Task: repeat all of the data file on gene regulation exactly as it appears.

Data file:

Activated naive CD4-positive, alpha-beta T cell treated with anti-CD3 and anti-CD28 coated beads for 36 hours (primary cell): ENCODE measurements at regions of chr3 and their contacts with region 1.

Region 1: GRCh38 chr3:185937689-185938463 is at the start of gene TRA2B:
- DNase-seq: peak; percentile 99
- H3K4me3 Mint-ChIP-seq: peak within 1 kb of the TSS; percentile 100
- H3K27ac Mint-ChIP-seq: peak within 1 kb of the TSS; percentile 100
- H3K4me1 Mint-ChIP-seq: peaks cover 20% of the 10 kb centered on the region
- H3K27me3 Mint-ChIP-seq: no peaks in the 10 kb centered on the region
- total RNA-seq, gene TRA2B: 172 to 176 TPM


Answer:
Activated naive CD4-positive, alpha-beta T cell treated with anti-CD3 and anti-CD28 coated beads for 36 hours (primary cell): ENCODE measurements at regions of chr3 and their contacts with region 1.

Region 1: GRCh38 chr3:185937689-185938463 is at the start of gene TRA2B:
- DNase-seq: peak; percentile 99
- H3K4me3 Mint-ChIP-seq: peak within 1 kb of the TSS; percentile 100
- H3K27ac Mint-ChIP-seq: peak within 1 kb of the TSS; percentile 100
- H3K4me1 Mint-ChIP-seq: peaks cover 20% of the 10 kb centered on the region
- H3K27me3 Mint-ChIP-seq: no peaks in the 10 kb centered on the region
- total RNA-seq, gene TRA2B: 172 to 176 TPM